"Go home! Go away from here"----he stammered, and turning his back on her walked toward the hearth.
The sharp release from her fears restored Lily to immediate lucidity. The collapse of Trenor's will left her in control, and she heard herself, in a voice that was her own yet outside herself, bidding him ring for the servant, bidding him give the order for a hansom, directing him to put her in it when it came. Whence the strength came to her she knew not; but an insistent voice warned her that she must leave the house openly, and nerved her, in the hall before the hovering care taker, to exchange light words with Trenor, and charge him with the usual messages for Judy, while all the while she shook with inward loathing. On the doorstep, with the street before her, she felt a mad throb of liberation, intoxicating as the prisoner's first draught of free air; but the clearness of brain continued, and she noted the mute aspect of Fifth Avenue, guessed at the lateness of the hour, and even observed a man's figure--was there something half-familiar in its outline?--which, as she entered the hansom, turned from the opposite corner and vanished in the obscurity of the side street.
But with the turn of the wheels reaction came, and shuddering darkness closed on her. "I can't think--I can't think," she moaned, and leaned her head against the rattling side of the cab. She seemed a stranger to herself, or rather there were two selves in her, the one she had always known, and a new abhorrent being to which it found itself chained. She had once picked up, in a house where she was staying, a translation of the Eumenides, and her imagination had been seized by the high terror of the scene where Orestes, in the cave of the oracle, finds his implacable huntresses asleep, and snatches an hour's repose. Yes, the Furies might sometimes sleep, but they were there, always there in the dark corners, and now they were awake and the iron clang of their wings was in her brain . . . She opened her eyes and saw the streets passing--the familiar alien streets. All she looked on was the same and yet changed. There was a great gulf fixed between today and yesterday. Everything in the past seemed simple, natural, full of daylight--and she was alone in a place of darkness and pollution.--Alone! It was the loneliness that frightened her. Her eyes fell on an illuminated clock at a street corner, and she saw that the hands marked the half hour after eleven. Only half-past eleven--there were hours and hours left of the night! And she must spend them alone, shuddering sleepless on her bed. Her soft nature recoiled from this ordeal, which had none of the stimulus of conflict to goad her through it. Oh, the slow cold drip of the minutes on her head! She had a vision of herself lying on the black walnut bed--and the darkness would frighten her, and if she left the light burning the dreary details of the room would brand themselves forever on her brain. She had always hated her room at Mrs. Peniston's--its ugliness, its impersonality, the fact that nothing in it was really hers. To a torn heart uncomforted by human nearness a room may open almost human arms, and the being to whom no four walls mean more than any others, is, at such hours, expatriate everywhere.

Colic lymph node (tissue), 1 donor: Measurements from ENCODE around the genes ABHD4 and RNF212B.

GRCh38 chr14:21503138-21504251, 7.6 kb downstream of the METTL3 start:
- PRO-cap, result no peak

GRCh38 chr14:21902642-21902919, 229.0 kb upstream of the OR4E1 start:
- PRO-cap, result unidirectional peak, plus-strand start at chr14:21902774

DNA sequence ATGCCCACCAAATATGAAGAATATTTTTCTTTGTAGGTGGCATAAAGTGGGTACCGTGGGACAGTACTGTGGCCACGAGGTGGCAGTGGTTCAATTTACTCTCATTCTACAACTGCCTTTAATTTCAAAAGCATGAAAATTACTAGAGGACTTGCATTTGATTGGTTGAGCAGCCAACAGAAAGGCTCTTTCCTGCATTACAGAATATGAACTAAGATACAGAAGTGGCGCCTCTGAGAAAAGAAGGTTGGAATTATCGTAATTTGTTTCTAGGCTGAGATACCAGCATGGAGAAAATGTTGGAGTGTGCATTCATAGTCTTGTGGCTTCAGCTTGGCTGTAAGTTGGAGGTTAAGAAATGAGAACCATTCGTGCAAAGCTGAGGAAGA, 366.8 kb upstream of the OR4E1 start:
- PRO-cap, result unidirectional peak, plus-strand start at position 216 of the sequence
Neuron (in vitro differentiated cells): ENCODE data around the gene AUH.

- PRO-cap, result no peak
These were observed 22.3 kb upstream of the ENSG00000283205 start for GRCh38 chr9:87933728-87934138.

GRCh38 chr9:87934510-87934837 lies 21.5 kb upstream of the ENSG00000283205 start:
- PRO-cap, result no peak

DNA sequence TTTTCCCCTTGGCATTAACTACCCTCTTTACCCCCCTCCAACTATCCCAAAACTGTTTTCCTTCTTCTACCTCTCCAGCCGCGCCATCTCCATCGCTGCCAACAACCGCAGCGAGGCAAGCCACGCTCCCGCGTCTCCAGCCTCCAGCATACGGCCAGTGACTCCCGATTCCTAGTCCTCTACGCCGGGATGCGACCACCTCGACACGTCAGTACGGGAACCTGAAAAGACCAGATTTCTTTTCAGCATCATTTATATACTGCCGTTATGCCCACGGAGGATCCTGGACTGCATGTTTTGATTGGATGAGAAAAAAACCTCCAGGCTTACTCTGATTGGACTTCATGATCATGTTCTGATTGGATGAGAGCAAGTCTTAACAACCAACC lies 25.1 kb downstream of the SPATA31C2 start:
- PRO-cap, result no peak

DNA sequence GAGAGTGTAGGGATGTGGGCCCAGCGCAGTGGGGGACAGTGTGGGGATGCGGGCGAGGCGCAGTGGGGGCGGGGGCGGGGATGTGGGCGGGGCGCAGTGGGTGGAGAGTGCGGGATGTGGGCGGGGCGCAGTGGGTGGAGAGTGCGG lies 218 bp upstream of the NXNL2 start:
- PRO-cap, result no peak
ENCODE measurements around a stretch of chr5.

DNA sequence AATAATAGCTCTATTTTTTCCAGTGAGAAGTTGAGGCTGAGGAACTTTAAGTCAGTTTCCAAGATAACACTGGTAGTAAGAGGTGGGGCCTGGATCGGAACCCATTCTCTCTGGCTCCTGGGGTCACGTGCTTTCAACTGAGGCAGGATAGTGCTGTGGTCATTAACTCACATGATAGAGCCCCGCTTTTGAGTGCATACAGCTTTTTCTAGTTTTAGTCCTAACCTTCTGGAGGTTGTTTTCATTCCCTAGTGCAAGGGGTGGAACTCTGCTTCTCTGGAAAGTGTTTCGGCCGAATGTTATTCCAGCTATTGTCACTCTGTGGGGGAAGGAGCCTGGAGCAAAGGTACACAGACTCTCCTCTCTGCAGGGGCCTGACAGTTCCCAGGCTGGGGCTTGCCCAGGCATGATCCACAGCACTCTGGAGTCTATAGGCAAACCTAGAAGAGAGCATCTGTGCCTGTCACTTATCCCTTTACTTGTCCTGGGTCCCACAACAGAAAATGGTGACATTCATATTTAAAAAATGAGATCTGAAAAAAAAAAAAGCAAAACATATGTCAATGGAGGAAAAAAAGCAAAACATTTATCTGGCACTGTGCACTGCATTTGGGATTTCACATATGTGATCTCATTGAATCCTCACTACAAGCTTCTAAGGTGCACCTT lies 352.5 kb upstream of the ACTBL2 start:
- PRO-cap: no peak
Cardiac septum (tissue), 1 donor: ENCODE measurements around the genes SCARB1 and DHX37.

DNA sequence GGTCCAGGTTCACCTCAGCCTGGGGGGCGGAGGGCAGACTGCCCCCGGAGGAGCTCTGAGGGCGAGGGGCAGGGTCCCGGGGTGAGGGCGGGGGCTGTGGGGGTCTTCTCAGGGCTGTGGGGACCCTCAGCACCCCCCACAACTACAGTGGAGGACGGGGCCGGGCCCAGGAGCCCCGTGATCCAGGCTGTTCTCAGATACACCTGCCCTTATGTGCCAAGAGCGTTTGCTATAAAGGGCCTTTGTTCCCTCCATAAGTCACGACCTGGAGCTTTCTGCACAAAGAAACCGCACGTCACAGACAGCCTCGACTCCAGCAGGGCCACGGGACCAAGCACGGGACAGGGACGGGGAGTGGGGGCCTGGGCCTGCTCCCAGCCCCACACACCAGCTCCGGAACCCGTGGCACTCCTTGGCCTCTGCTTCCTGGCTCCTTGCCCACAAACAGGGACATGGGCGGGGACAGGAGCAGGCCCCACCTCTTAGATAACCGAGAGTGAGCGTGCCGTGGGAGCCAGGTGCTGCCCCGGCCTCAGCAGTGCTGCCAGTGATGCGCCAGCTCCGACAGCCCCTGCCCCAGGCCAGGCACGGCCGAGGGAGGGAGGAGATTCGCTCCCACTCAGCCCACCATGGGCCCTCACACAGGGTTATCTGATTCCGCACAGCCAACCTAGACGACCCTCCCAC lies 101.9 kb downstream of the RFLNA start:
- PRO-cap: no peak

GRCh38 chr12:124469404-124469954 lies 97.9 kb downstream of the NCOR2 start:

Lily had no heart to lean on. Her relation with her aunt was as superficial as that of chance lodgers who pass on the stairs. But even had the two been in closer contact, it was impossible to think of Mrs. Peniston's mind as offering shelter or comprehension to such misery as Lily's. As the pain that can be told is but half a pain, so the pity that questions has little healing in its touch. What Lily craved was the darkness made by enfolding arms, the silence which is not solitude, but compassion holding its breath.
She started up and looked forth on the passing streets. Gerty!--they were nearing Gerty's corner. If only she could reach there before this labouring anguish burst from her breast to her lips--if only she could feel the hold of Gerty's arms while she shook in the ague-fit of fear that was coming upon her! She pushed up the door in the roof and called the address to the driver. It was not so late--Gerty might still be waking. And even if she were not, the sound of the bell would penetrate every recess of her tiny apartment, and rouse her to answer her friend's call.